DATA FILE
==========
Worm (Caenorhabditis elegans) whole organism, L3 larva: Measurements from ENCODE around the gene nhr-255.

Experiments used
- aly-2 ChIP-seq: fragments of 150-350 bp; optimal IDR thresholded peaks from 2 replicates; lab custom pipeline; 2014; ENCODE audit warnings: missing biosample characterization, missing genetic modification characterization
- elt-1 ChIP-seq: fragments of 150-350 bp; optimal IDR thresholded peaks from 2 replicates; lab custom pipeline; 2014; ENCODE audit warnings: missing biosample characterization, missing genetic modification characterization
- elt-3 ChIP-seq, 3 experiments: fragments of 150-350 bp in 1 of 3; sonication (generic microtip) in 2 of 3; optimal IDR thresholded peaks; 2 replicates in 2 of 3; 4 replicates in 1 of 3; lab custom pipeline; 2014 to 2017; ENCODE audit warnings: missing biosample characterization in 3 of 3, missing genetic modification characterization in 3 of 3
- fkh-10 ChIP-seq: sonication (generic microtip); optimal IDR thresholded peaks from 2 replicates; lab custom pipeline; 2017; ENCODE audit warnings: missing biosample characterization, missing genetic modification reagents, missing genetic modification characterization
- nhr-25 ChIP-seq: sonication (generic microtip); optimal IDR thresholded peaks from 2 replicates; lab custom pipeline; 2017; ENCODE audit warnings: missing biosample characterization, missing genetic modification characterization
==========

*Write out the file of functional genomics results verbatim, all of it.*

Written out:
Worm (Caenorhabditis elegans) whole organism, L3 larva: Measurements from ENCODE around the gene nhr-255.

Experiments used
- aly-2 ChIP-seq: fragments of 150-350 bp; optimal IDR thresholded peaks from 2 replicates; lab custom pipeline; 2014; ENCODE audit warnings: missing biosample characterization, missing genetic modification characterization
- elt-1 ChIP-seq: fragments of 150-350 bp; optimal IDR thresholded peaks from 2 replicates; lab custom pipeline; 2014; ENCODE audit warnings: missing biosample characterization, missing genetic modification characterization
- elt-3 ChIP-seq, 3 experiments: fragments of 150-350 bp in 1 of 3; sonication (generic microtip) in 2 of 3; optimal IDR thresholded peaks; 2 replicates in 2 of 3; 4 replicates in 1 of 3; lab custom pipeline; 2014 to 2017; ENCODE audit warnings: missing biosample characterization in 3 of 3, missing genetic modification characterization in 3 of 3
- fkh-10 ChIP-seq: sonication (generic microtip); optimal IDR thresholded peaks from 2 replicates; lab custom pipeline; 2017; ENCODE audit warnings: missing biosample characterization, missing genetic modification reagents, missing genetic modification characterization
- nhr-25 ChIP-seq: sonication (generic microtip); optimal IDR thresholded peaks from 2 replicates; lab custom pipeline; 2017; ENCODE audit warnings: missing biosample characterization, missing genetic modification characterization